Objective: To explore the hypothesis that, in parallel with alterations in the hypothalamus-pituitary-adrenal axis and the sympathetic nervous system, hypothalamic cytokine expression and monoaminergic neurotransmitter concentrations are affected during the course of arthritis development induced by type II collagen. This hypothesis was based on evidence that acute inflammatory processes induce cytokine expression in the brain and affect neuronal activity. We also studied whether depletion of hypothalamic noradrenaline can affect peripheral joint disease.
Methods: Hypothalamic cytokine gene expression and neurotransmitter concentration, parameters of inflammation, and joint innervation were evaluated during arthritis development in rats induced by injection of type II collagen in Freund's incomplete adjuvant. Noradrenergic neurons in the brain were depleted with 6-hydroxydopamine.
Results: Transiently increased corticosterone levels, followed by increased adrenaline levels and hypothalamic interleukin-1beta (IL-1beta) and IL-6 overexpression were observed only during the induction phase of the disease. Hypothalamic noradrenaline content was increased during the symptomatic phase and was paralleled by a gradual loss of noradrenergic fibers in the joints. The positive correlation between hypothalamic IL-1beta expression and noradrenaline content in control groups was not observed in rats in which arthritis developed. Depletion of hypothalamic noradrenergic neurons when arthritis was established did not affect the course of the disease.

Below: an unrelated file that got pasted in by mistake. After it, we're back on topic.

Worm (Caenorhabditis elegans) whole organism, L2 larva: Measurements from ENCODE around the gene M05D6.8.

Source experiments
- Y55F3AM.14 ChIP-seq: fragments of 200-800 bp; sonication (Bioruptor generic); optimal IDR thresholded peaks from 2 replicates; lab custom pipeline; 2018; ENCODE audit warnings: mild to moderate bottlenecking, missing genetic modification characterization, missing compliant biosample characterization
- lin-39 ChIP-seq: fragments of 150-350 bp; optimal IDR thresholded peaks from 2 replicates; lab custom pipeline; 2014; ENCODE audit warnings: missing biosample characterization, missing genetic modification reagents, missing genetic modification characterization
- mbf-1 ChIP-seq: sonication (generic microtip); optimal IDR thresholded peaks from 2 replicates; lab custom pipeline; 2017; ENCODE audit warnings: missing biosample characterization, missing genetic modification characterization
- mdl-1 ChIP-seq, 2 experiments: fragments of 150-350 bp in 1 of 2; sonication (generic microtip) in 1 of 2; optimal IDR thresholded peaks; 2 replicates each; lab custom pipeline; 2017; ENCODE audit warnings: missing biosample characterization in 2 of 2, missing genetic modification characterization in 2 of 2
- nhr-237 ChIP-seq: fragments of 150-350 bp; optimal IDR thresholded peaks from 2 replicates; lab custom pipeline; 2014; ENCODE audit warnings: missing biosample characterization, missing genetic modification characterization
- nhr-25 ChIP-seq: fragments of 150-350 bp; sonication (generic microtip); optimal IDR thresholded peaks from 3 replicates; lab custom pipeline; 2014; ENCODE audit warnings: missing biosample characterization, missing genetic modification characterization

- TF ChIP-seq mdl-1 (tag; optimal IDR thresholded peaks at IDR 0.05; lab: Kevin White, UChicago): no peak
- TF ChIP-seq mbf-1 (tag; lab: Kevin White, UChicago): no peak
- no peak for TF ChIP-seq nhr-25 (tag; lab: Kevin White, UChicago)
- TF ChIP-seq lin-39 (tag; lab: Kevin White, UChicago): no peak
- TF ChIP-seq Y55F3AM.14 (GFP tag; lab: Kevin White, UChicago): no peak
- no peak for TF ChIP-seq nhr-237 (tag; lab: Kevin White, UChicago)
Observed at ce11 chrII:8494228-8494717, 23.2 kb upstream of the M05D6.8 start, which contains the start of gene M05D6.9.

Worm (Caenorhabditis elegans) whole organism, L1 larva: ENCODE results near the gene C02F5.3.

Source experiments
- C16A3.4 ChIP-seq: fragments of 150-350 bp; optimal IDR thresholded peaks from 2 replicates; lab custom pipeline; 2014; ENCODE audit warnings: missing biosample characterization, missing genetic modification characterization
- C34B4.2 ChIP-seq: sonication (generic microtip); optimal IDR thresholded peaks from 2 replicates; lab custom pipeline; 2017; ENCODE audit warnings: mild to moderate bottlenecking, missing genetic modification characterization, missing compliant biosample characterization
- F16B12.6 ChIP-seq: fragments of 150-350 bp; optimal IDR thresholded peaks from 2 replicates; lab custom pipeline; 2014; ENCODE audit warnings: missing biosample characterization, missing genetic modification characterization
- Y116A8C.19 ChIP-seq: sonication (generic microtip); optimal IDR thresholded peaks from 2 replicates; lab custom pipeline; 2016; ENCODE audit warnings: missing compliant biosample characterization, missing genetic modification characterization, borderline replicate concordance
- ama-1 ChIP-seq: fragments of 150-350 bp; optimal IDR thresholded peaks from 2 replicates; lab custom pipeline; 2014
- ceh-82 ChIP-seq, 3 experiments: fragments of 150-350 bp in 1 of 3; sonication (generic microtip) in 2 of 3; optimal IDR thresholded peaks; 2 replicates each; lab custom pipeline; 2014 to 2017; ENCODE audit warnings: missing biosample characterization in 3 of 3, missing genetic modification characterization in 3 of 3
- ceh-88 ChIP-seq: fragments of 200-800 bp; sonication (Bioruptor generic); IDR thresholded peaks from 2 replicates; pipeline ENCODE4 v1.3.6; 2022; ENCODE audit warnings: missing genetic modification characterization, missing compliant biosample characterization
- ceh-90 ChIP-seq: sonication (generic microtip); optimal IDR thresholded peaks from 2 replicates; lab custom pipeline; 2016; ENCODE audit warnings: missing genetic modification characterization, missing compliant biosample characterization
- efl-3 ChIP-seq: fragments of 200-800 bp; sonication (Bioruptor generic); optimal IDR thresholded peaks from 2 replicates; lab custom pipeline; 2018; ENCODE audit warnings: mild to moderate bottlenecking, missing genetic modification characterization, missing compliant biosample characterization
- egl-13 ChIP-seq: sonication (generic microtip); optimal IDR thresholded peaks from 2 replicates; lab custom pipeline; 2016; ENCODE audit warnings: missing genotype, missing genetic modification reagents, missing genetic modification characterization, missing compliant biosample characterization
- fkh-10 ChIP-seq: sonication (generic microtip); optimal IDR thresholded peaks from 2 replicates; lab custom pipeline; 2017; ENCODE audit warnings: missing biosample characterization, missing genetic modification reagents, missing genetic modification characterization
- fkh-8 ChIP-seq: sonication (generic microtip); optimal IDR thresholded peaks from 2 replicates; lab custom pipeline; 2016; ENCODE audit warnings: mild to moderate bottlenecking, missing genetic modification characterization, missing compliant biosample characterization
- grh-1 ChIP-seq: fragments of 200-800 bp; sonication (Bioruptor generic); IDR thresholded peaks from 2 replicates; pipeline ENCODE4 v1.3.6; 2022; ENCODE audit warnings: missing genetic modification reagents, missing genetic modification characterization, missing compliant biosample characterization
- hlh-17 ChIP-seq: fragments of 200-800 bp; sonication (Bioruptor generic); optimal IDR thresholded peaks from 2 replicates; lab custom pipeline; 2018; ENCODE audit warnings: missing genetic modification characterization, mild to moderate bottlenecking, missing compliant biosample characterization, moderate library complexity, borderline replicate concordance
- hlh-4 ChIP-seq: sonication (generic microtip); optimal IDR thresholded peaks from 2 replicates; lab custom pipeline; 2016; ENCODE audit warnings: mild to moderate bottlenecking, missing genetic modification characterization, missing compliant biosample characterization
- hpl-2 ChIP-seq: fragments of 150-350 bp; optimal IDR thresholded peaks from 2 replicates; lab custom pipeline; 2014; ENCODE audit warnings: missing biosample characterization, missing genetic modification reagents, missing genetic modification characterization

Conclusion: The dissociation between hypothalamic cytokine gene expression and noradrenergic neuronal activity, the lack of sustained stimulation of the stress axes, and the loss of sympathetic signals in the joints indicate a disruption in communication between afferent immune messages to the central nervous system and 2 main efferent antiinflammatory pathways under control of the brain during collagen-induced arthritis.